But as I learned in the weeks I was there, they were so happy. Really interesting. Right? And so back to these studies of happiness, what they have found time and time again, is that we humans have this immense capacity to synthesize happiness and fulfillment, unless… Unless we are faced with perceived alternatives to our situation.

Another word for those perceived alternatives is possibility. Possibility, in a weird twist, kills your happiness, which is to me, one of the most ironic things on the planet, because possibility is what everybody is clamoring after, especially in this country, right?

Struggling and striving to create and to obtain more possibilities and opportunities for themselves.

But as far as your mental and emotional wellbeing goes, these opportunities stifle your ability to synthesize fulfillment, satisfaction, and happiness out of where you are now. Because there's always could be a little bit better or could be a little bit more of this, or it could be a little bit more that. So, with this piece of information, if we come back to this idea of “This is it. Nothing comes next” and really feel it… And that's what's required of this practice. You have to say, “This is it. Nothing comes next” and really, really corral yourself into this experience. To feel that nothing comes next cellularly because what a lot of people do with this practice is they say to themselves, nothing comes next with this firm belief that something's coming next.

And that won’t work. It's like wearing a PETA t-shirt while you're clubbing, baby harp seals. It doesn't count. So, when we go through this practice and we're kind of trying to get ourselves into “nothing comes next,” you really need to get yourself into the space. Get into the visceral belief that “nothing comes next,” even for one or two seconds, because it's that shift even for two seconds into “nothing comes next” and feeling what it does to your organism, to your mental and emotional state that makes the difference. I'll speak for me personally, something profound shifts when I drop in to “nothing comes next.” There's a kind of an electricity that happens, something we would call prana in this business, but that's another story.

So here's the task: as we go through the poses, notice when you are acting as if something comes next, which is the default of course. And not just when something comes next, but when you’re acting as if there were some alternative to now.

If you find yourself in the pose and you're fidgeting, you're fidgeting to find the thing that comes next, the thing that feels right, or that matches your expectations.

Or if you find yourself impatient with what's going on, it's because there's this idea that something better could be coming. Isn't that what impatience is about?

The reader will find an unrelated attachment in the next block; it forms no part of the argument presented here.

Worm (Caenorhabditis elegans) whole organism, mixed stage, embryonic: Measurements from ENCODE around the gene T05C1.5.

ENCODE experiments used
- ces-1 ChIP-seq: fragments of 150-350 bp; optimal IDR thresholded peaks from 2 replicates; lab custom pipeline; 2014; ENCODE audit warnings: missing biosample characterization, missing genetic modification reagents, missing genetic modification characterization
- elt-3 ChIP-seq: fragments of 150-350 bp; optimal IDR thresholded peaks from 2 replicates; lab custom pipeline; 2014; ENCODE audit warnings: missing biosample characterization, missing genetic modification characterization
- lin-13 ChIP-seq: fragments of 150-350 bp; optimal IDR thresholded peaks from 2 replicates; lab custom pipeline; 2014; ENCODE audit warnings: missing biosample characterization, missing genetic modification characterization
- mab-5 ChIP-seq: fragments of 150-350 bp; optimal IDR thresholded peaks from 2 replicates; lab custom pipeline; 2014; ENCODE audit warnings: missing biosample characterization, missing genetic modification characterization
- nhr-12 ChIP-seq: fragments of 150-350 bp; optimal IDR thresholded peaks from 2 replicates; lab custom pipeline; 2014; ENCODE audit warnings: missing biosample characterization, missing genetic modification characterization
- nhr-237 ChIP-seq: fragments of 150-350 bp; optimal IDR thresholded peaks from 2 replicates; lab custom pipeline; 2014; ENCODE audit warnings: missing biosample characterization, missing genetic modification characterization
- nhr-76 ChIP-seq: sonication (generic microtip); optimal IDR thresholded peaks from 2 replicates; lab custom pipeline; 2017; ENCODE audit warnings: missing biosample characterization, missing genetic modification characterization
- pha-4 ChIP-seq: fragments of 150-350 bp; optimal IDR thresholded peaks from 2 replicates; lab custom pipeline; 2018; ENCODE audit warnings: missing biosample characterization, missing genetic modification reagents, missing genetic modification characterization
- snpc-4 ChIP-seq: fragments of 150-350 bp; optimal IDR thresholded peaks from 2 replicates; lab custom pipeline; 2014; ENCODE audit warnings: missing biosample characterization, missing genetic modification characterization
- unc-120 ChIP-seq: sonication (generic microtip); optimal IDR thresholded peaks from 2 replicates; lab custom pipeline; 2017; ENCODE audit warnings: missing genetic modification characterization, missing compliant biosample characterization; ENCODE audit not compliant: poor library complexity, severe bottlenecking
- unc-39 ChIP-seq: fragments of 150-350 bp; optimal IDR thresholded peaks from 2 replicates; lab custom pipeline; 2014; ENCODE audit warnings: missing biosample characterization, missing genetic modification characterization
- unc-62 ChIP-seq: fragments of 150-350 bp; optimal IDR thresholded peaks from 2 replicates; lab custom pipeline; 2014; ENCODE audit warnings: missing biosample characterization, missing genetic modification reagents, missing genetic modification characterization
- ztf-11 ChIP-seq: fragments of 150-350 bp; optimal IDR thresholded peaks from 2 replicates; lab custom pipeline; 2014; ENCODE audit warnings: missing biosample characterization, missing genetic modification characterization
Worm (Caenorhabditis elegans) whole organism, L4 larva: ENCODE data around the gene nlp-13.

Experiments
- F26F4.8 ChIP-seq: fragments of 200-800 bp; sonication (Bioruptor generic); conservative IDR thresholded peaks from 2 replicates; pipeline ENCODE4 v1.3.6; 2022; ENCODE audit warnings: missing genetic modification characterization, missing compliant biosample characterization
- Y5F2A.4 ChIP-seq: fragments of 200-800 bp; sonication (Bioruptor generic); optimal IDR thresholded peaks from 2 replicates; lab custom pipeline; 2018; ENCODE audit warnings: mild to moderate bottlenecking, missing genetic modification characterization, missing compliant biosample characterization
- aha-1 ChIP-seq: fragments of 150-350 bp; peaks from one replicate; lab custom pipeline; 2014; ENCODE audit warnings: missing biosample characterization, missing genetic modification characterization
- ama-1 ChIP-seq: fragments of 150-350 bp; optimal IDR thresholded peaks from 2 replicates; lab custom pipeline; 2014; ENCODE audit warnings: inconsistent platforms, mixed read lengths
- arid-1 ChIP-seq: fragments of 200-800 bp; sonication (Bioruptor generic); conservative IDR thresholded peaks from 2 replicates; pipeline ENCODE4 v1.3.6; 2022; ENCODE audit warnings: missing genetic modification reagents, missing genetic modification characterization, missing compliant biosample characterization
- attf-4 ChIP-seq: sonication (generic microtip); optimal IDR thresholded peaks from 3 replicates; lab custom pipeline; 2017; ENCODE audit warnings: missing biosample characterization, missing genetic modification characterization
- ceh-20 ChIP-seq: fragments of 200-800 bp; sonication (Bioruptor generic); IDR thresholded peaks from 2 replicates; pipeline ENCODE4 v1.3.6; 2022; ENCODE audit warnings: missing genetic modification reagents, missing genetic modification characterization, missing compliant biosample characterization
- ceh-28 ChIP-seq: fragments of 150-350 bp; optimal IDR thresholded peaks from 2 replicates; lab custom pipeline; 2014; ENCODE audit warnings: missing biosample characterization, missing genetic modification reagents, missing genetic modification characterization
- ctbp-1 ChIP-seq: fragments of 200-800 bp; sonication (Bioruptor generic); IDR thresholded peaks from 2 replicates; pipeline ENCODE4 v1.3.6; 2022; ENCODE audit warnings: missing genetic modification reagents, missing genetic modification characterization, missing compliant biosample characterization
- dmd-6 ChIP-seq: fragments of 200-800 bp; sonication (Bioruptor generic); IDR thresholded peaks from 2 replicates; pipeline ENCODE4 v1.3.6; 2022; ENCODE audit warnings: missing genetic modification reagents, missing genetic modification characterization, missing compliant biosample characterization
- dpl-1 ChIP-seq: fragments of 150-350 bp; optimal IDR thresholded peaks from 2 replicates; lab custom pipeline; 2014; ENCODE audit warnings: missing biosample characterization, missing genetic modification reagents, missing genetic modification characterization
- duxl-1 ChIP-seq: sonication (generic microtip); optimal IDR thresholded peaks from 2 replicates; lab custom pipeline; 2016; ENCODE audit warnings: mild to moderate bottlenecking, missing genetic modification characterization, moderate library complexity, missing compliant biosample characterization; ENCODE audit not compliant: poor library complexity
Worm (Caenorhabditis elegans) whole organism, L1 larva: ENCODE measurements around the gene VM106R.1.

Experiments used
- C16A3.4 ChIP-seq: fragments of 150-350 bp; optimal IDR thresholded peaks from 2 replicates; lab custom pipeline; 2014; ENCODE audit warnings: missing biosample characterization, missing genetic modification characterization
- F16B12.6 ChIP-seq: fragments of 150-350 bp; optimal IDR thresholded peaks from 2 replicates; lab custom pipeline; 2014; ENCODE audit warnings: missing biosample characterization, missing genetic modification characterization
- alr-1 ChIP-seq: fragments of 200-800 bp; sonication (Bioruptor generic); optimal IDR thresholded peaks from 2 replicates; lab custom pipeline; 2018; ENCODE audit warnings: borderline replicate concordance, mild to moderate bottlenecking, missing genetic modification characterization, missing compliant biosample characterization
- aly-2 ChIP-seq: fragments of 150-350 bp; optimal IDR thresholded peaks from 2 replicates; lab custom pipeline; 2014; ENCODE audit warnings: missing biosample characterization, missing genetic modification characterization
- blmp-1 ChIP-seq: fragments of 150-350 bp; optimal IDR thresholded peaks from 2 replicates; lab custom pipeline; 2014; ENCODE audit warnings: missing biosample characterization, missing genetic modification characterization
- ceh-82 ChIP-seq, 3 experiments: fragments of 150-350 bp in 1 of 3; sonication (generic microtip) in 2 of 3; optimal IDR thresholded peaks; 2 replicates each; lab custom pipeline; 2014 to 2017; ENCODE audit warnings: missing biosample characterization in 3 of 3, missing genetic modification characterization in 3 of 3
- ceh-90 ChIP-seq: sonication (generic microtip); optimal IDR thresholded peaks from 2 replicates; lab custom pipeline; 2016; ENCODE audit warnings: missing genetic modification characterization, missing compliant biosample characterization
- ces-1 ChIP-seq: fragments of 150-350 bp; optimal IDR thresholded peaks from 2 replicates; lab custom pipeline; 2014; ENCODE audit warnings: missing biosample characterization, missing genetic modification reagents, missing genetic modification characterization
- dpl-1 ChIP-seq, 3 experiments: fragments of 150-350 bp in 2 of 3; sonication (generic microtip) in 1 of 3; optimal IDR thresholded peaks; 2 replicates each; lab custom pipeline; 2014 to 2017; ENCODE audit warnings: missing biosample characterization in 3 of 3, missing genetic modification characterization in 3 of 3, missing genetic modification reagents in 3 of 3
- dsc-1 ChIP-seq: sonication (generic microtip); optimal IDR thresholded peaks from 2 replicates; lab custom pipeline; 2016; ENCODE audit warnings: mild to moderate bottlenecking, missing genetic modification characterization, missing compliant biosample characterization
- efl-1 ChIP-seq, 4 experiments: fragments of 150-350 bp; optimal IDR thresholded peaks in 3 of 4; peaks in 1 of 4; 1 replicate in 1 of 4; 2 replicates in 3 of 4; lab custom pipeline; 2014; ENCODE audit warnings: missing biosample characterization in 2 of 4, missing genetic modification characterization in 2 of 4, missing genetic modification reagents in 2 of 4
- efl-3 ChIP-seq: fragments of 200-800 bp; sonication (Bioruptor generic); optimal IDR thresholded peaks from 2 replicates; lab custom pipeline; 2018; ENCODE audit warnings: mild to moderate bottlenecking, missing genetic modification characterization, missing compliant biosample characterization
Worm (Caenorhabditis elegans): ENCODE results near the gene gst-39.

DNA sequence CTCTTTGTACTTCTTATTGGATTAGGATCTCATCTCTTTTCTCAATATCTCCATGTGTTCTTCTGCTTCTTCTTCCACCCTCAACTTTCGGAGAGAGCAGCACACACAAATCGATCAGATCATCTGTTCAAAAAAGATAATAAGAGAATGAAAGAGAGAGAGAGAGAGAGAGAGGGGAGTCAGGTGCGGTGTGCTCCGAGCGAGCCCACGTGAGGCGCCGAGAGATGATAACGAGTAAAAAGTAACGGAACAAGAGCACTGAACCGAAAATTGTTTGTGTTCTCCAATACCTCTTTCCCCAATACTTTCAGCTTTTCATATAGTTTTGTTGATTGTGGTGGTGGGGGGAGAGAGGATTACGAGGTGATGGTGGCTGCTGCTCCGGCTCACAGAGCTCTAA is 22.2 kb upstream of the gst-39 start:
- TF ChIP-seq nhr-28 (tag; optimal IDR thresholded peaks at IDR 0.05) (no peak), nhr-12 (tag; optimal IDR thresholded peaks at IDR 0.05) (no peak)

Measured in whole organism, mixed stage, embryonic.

You’re not impatient because you think something worse is coming, or that something the same as coming. I'm not impatient to get the same thing.

It's always something is going to be different. Right?

So, if you're feeling impatient or you're fidgeting, this is a sign that you're in the space of “something comes next” and then your job is to snuff it out it by bringing yourself back firmly to the here and now. And I'll remind you again and again and again as we move through the postures to come back to “nothing comes next.” And feel it, get it into every cell and see the shift it creates. Back and forth you'll go: “nothing comes next” then “something comes next”. What you’re looking for is how “nothing comes next” is different. How when we temporarily suspend the thought that a different reality is possible, your experience is lifted. Of course, we’re not arguing that we should cut off possibilities in our life, but maybe ignore them in the moments when they don't really even matter as a way to allow our natural ability to synthesize fulfillment and happiness and peace to function without this arbitrary distraction. Because, let’s face it, even if you have a great possibility for your life, let's say there's a possibility that you could be a Nobel Laureate, I can guarantee you it's not going to happen in this class. So, entertaining that possibility now, is only sapping you of your natural ability to synthesize happiness and wholeness and peace in the moment. Think of it as an exercise in withdrawing our energy from the distraction that hobble us.

Does everybody understand the premise and the mission right now?

Last thing, I’ll mention is this: don’t fake it. There’s no benefit in faking “nothing comes next”, so really invest in the experiment. I can tell you from personal experience, what it can reveal can be literally life-changing.

On the other hand, just believe me about this, without trying it in your practice and it becomes just another bunch of data. And we don't need more data Then once you verify, “Wow, this kind of works,” then you can begin to play with it at different parts of your day.

So do your best to sincerely engage in the experiment, even if you came here tonight just because your hamstrings are tight.